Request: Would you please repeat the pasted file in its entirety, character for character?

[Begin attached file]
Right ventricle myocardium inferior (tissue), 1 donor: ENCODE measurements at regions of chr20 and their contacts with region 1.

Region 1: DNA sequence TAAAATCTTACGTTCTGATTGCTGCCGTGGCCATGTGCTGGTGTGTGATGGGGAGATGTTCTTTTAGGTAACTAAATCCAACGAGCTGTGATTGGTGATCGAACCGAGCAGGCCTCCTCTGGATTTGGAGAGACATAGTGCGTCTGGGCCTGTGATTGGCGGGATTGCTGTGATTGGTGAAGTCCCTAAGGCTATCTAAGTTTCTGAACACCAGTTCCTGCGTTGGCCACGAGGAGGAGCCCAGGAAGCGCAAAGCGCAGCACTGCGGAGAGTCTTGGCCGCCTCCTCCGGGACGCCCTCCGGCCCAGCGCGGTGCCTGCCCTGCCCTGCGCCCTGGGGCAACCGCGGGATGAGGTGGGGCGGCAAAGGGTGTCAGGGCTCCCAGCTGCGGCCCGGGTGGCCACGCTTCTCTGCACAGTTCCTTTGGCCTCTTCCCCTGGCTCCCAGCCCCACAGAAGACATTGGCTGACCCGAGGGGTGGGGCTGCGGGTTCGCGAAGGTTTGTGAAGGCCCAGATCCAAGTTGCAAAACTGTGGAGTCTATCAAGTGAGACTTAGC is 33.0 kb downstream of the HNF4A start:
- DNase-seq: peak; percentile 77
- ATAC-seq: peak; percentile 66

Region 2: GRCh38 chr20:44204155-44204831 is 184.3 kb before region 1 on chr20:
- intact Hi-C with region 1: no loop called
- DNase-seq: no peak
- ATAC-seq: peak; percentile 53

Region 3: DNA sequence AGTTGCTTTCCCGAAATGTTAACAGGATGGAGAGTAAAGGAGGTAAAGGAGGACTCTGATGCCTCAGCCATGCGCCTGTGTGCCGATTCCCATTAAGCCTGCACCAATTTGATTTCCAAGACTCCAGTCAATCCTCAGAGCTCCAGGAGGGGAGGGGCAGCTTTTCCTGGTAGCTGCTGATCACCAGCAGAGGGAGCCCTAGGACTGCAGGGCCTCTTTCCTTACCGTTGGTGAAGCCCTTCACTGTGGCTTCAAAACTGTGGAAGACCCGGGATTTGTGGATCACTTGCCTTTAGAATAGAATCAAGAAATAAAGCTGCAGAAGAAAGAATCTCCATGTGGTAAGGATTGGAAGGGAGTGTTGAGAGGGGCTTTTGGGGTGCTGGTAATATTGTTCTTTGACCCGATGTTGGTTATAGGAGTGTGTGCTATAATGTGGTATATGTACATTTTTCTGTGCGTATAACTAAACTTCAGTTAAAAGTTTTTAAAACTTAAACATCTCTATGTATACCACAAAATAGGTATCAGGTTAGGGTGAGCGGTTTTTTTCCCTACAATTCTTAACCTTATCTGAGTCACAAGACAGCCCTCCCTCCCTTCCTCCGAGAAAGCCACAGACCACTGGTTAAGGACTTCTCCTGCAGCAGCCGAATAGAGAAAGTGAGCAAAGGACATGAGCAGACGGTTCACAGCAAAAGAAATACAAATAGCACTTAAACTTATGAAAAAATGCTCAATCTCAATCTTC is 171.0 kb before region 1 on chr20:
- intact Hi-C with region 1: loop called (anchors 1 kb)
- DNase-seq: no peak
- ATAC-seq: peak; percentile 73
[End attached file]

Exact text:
Right ventricle myocardium inferior (tissue), 1 donor: ENCODE measurements at regions of chr20 and their contacts with region 1.

Region 1: DNA sequence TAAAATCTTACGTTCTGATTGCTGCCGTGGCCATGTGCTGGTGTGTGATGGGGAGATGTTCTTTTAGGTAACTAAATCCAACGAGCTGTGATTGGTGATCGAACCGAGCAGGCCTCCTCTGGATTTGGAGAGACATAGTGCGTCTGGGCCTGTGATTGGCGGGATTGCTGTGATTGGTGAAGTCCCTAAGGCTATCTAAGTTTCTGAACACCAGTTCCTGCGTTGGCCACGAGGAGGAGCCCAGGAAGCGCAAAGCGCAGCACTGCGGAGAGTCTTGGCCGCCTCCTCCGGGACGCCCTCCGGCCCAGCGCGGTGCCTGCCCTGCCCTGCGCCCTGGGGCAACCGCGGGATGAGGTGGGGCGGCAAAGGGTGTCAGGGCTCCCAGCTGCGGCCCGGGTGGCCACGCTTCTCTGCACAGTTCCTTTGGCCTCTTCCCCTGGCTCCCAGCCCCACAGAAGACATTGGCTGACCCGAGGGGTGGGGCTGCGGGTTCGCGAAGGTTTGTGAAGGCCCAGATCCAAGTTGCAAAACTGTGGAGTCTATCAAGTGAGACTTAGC is 33.0 kb downstream of the HNF4A start:
- DNase-seq: peak; percentile 77
- ATAC-seq: peak; percentile 66

Region 2: GRCh38 chr20:44204155-44204831 is 184.3 kb before region 1 on chr20:
- intact Hi-C with region 1: no loop called
- DNase-seq: no peak
- ATAC-seq: peak; percentile 53

Region 3: DNA sequence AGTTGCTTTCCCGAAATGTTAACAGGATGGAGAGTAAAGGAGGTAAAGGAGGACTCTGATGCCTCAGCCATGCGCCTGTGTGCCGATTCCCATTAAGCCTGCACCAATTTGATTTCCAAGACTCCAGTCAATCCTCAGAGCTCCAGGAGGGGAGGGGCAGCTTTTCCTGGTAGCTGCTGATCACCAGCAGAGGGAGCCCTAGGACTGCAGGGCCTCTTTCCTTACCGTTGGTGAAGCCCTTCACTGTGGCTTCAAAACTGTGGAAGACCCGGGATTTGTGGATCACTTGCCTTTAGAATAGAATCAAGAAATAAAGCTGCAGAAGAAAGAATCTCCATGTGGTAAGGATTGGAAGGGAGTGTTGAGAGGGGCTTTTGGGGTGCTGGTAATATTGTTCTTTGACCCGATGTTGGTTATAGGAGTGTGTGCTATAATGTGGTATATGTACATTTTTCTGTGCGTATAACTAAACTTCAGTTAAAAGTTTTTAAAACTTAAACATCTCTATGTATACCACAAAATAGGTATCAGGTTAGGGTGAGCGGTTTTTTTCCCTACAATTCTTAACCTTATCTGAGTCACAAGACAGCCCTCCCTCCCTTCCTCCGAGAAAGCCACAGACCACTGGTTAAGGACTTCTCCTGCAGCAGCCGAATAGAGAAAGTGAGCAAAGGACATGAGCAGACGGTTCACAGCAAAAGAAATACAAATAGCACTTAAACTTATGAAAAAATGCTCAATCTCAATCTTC is 171.0 kb before region 1 on chr20:
- intact Hi-C with region 1: loop called (anchors 1 kb)
- DNase-seq: no peak
- ATAC-seq: peak; percentile 73